Students take on the State

The idea of socio-economic equality hasn’t disappeared from our consciousness yet

Students take on the State

Young warriors: Students from public universities are coming to the streets, and trying to resist the onslaught on people’s democratic rights and aspirations.

Avijit Pathak

Avijit Pathak

Is it that the ruling regime is becoming increasingly insecure, and using almost mindlessly the coercive apparatus of the state to suppress all alternative and critical voices? Otherwise, how does one make sense of what happened at Delhi’s Jamia Millia Islamia — the way the police entered the campus, and fired tear gas shells inside the university library, and brutally attacked young boys and girls? Or, when we saw the cops attacking the students of Aligarh Muslim University and Jawaharlal Nehru University, it was a moment of realisation. Here is a government intoxicated with the power emanating from the triumphant majoritarianism; it has lost the art of conversation, or the sensitivity needed to understand what these young students — educated, political and reflexive — are thinking about.

What possibly worries the ruling regime is that, despite its meticulously designed propaganda machinery and discourses of ‘nationalism’ disseminated through all sorts of television channels, these students — because of some sort of liberating education — refuse to be carried away. They could see that the Citizenship Amendment Bill is essentially discriminatory, it would destroy the ethos of secularism and cultural pluralism, and cause unimaginable harassment to the poor, the marginalised and the minorities. They could also realise that with the increasing commodification of education — an agenda of the neoliberal discourse as articulated in the New Education Policy — an attempt is being made to systematically destroy the spirit of public universities, and the project of good quality/affordable education, and resultant humanistic and critical thinking. At a time when mainstream politics, including the opposition politics, has become morally bankrupt, ideologically impoverished, and crudely utilitarian for instant and temporal power, the critical voices of the youth — innumerable young girls and boys — arouse new hope: the possibility of a counter-narrative. And this seems to be the chief reason why the ‘system’ is so hostile to the youth who think, reflect, resist and imagine a different world.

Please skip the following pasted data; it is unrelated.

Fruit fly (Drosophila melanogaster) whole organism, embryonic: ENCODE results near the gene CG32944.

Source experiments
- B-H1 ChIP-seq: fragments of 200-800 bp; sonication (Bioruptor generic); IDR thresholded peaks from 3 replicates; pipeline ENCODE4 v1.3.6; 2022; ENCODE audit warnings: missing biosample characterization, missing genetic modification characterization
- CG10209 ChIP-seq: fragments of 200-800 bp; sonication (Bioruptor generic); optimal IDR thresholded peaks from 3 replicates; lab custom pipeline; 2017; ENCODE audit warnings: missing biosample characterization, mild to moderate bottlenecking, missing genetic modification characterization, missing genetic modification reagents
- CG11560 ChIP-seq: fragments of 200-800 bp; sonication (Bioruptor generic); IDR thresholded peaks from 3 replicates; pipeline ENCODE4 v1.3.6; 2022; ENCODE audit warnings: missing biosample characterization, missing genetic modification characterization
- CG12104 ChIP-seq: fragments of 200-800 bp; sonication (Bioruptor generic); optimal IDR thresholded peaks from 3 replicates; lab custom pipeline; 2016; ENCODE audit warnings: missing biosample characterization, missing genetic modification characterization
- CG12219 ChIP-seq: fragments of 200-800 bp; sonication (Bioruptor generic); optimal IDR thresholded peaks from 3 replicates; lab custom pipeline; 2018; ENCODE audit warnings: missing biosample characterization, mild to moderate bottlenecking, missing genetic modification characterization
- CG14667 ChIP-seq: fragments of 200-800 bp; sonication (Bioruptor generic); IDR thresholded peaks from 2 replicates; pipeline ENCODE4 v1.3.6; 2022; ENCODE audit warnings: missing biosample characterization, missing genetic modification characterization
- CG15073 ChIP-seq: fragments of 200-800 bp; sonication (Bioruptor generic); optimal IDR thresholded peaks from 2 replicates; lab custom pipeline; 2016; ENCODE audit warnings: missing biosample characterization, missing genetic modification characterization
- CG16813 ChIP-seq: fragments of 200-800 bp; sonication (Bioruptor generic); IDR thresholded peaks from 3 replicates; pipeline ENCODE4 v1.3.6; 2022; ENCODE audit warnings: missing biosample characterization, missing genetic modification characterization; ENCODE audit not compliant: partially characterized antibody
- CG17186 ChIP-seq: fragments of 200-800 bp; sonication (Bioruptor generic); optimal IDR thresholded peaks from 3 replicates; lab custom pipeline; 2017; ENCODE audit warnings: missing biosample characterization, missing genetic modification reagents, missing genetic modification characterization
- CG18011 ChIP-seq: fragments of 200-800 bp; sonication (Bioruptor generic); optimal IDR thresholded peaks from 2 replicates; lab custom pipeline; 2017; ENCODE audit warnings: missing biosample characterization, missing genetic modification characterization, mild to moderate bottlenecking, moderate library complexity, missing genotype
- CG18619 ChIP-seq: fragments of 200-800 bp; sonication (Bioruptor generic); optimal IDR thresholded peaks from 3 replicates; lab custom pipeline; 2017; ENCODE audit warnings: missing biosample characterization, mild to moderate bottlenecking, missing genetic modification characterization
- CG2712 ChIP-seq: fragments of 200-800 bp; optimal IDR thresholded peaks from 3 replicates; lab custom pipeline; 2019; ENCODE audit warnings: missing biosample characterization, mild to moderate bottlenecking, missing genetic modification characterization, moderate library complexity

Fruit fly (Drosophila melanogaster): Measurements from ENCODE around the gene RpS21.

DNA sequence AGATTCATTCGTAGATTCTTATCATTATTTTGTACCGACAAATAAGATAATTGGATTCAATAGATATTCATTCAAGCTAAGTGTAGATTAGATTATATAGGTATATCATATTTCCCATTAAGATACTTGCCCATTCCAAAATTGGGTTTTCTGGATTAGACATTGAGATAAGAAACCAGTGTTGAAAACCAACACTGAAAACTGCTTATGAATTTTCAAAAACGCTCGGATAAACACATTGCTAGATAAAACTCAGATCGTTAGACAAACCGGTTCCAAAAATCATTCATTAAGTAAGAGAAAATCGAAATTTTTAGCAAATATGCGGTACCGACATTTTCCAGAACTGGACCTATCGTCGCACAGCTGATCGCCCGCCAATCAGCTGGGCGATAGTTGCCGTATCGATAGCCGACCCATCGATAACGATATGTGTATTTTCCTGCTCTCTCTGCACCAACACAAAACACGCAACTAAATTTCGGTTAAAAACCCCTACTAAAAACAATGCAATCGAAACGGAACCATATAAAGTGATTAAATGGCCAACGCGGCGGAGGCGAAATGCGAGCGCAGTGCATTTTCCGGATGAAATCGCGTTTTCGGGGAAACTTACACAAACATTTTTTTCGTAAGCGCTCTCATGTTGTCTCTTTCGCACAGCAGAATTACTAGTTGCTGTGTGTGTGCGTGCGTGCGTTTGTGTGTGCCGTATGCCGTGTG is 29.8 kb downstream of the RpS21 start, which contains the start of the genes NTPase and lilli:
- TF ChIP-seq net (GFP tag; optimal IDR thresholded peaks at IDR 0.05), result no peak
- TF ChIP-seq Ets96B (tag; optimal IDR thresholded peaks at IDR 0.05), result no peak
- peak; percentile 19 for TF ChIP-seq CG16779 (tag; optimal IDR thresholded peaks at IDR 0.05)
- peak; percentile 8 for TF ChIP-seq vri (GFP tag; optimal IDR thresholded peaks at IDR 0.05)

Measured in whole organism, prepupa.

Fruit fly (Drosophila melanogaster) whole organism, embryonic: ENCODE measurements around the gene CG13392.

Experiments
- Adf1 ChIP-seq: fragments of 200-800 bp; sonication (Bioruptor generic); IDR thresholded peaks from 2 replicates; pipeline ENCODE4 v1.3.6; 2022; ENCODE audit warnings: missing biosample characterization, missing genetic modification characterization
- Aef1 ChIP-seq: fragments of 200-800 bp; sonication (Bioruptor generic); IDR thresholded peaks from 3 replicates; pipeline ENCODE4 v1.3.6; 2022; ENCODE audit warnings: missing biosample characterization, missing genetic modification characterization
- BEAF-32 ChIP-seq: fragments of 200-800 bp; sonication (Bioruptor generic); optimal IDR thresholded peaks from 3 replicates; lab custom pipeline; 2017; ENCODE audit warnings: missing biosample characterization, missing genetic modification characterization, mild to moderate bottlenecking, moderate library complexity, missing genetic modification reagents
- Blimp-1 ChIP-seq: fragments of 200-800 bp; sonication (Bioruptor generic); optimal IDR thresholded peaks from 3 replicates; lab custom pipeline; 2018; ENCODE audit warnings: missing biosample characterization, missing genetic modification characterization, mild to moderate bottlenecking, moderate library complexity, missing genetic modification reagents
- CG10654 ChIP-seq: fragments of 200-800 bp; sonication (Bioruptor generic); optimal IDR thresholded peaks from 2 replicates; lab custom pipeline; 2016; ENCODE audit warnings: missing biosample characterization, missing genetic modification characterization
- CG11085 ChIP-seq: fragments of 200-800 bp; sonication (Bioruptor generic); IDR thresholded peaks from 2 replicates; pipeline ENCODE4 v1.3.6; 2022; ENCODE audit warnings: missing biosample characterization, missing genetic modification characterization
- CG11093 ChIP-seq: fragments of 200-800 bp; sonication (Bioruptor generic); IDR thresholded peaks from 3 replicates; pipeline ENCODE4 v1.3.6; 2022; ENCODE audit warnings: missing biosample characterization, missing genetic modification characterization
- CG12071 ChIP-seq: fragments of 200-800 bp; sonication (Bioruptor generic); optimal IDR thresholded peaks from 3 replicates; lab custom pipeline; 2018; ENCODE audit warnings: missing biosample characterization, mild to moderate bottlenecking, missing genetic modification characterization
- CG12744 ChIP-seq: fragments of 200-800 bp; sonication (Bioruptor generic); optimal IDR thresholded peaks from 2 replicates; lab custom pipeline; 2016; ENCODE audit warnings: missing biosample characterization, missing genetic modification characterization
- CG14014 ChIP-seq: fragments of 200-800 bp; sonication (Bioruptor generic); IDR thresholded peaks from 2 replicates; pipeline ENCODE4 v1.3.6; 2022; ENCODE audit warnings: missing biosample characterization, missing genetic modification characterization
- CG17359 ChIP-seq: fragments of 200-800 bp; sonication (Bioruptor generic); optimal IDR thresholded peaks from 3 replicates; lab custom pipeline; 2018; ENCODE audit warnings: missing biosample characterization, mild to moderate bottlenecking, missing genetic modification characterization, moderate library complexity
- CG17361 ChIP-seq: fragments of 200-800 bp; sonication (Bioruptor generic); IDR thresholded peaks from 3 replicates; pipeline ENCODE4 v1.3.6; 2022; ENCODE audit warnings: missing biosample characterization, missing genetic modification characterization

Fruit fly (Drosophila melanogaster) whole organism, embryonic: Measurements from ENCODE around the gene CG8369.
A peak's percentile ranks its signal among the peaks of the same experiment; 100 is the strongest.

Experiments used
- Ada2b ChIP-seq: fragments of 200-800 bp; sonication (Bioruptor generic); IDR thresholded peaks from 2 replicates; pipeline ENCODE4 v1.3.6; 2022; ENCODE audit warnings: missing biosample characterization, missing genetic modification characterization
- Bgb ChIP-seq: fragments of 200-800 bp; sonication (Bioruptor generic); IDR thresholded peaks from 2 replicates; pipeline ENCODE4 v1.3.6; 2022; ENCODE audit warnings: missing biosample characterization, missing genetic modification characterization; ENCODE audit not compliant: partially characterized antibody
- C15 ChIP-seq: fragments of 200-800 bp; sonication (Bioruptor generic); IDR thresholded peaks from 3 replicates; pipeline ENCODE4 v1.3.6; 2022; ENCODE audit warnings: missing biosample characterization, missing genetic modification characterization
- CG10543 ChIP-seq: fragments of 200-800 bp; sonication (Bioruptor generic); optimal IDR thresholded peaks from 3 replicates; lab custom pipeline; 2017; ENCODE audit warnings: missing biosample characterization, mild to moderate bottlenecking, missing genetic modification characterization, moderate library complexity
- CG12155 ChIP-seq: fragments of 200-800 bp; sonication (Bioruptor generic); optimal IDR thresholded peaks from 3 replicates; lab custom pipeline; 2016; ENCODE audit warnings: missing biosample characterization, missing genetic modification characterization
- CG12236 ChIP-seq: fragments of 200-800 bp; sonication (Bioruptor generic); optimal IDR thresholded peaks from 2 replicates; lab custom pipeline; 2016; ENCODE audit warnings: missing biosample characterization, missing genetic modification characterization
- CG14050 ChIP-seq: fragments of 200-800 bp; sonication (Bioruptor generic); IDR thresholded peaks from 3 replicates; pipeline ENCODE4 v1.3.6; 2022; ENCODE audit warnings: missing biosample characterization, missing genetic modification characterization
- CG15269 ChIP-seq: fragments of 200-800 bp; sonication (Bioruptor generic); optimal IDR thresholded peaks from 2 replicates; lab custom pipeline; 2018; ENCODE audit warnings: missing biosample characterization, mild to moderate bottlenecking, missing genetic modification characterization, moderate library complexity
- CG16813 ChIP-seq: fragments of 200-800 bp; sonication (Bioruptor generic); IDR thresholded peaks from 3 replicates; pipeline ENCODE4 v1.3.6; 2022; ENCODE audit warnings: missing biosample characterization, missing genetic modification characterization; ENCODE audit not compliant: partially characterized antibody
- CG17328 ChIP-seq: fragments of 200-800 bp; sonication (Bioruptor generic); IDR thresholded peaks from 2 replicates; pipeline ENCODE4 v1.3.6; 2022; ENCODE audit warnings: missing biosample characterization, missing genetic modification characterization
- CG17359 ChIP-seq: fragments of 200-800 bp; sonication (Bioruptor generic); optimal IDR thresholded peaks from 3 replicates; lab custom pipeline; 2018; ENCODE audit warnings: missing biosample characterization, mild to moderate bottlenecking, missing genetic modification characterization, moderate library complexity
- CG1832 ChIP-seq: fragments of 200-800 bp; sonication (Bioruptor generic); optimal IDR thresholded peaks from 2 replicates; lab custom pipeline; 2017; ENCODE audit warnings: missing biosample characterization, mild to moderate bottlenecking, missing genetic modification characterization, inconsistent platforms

In this context it is equally important to realise that these students of Jamia, Aligarh, JNU, DU, HCU or Jadavpur are defying the meaning of being a student as the champions of militant nationalism or the market-driven consumerism seek to define. For these ‘nationalists’, Marx is evil, Gandhi is effeminate, protest is ugly, feminism is immoral, and secularism is a western concept; and hence, the students of, say, JNU have to be castigated as potentially ‘anti-national’ and ‘ethically immoral’. Likewise, the students of Jamia or Aligarh have to be continually suspected because their ‘Islamic’ traits might challenge the discourse of Hindutva. In other words, these students, they think, are not ‘loyal soldiers’ dedicated to the glory of the ‘Hindu nation’. No wonder, the Establishment prefers to recruit vice-chancellors as deputies of the ruling regime; their agenda is to destroy these universities from within, and instruct the police and paramilitary forces to demoralise the students and teachers through all sorts of coercive measures.

Likewise, the new middle class —almost seduced by the neoliberal discourse of an atomised/competitive individual striving for success through purely instrumental and skill-oriented education — has begun to loathe the idea of a public university that teaches foundational sciences, liberal arts and social sciences. Politics, for them, is a diversion; philosophy or history is irrelevant; and the only thing that matters is a job in the corporate sector with an attractive salary package. Hence, students are essentially consumers; and teachers are just service providers. They prefer ‘apolitical’ institutes of technology and management, or fancy private universities insulated from the storm outside. Is it the reason why one hardly hears any critical voice from the much-hyped IITs and IIMs?

From Assam to Bengal, the country is burning because of the CAB; students from public universities are coming to the streets, and trying to resist this onslaught on people’s democratic rights and aspirations. Possibly, this power or this enchanting experience of coming out of naked individualism or culture of narcissism, and experiencing ‘private troubles’ as (to use the language of sociologist C Wright Mills) ‘public issues’ is what the ruling regime is afraid of. It has no problem if the youth continue to live as greedy consumers, and find the source of entertainment in either mob lynching or the Honey Singh variety of music. Nor does it have any problem if the IIT/IIM products leave the country, and migrate to the US or Canada. But then, the question would be asked: why should the taxpayer’s money be wasted for a university like JNU? This is the ultimate irony —the facade of the dominant discourse of nationalism.

Yet, amid this brutality and insensitivity inherent in the rising totalitarian politics nurtured by a set of authoritarian personalities and constructed imageries of hyper-masculine ‘saviours’, there is still hope. As the students come to the streets, we begin to realise that there are limits to the package of falsehood; and the idea of pluralism, religious syncretism, socio-economic equality and justice has not yet disappeared from our consciousness. Is it the beginning of fearlessness?


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